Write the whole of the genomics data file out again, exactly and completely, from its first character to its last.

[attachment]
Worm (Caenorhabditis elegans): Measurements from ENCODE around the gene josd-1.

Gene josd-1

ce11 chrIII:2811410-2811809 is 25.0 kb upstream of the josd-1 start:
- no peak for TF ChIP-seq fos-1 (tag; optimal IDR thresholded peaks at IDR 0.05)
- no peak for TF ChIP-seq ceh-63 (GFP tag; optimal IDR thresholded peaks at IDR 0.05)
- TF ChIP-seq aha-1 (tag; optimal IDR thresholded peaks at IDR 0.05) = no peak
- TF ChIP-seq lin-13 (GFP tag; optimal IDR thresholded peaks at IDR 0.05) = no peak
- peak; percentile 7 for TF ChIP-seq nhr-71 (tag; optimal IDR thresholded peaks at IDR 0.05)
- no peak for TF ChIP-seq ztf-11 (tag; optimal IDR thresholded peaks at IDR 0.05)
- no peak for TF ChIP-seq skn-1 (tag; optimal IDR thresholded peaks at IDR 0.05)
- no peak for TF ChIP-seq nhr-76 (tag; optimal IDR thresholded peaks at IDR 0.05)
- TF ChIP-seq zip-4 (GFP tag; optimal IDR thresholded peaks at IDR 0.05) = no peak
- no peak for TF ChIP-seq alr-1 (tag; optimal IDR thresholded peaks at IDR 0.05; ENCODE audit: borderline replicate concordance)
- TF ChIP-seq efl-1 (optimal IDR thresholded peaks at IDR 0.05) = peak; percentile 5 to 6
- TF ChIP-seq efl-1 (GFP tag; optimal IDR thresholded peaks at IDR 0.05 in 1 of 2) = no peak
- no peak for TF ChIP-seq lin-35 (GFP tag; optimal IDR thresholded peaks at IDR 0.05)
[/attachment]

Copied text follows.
Worm (Caenorhabditis elegans): Measurements from ENCODE around the gene josd-1.

Gene josd-1

ce11 chrIII:2811410-2811809 is 25.0 kb upstream of the josd-1 start:
- no peak for TF ChIP-seq fos-1 (tag; optimal IDR thresholded peaks at IDR 0.05)
- no peak for TF ChIP-seq ceh-63 (GFP tag; optimal IDR thresholded peaks at IDR 0.05)
- TF ChIP-seq aha-1 (tag; optimal IDR thresholded peaks at IDR 0.05) = no peak
- TF ChIP-seq lin-13 (GFP tag; optimal IDR thresholded peaks at IDR 0.05) = no peak
- peak; percentile 7 for TF ChIP-seq nhr-71 (tag; optimal IDR thresholded peaks at IDR 0.05)
- no peak for TF ChIP-seq ztf-11 (tag; optimal IDR thresholded peaks at IDR 0.05)
- no peak for TF ChIP-seq skn-1 (tag; optimal IDR thresholded peaks at IDR 0.05)
- no peak for TF ChIP-seq nhr-76 (tag; optimal IDR thresholded peaks at IDR 0.05)
- TF ChIP-seq zip-4 (GFP tag; optimal IDR thresholded peaks at IDR 0.05) = no peak
- no peak for TF ChIP-seq alr-1 (tag; optimal IDR thresholded peaks at IDR 0.05; ENCODE audit: borderline replicate concordance)
- TF ChIP-seq efl-1 (optimal IDR thresholded peaks at IDR 0.05) = peak; percentile 5 to 6
- TF ChIP-seq efl-1 (GFP tag; optimal IDR thresholded peaks at IDR 0.05 in 1 of 2) = no peak
- no peak for TF ChIP-seq lin-35 (GFP tag; optimal IDR thresholded peaks at IDR 0.05)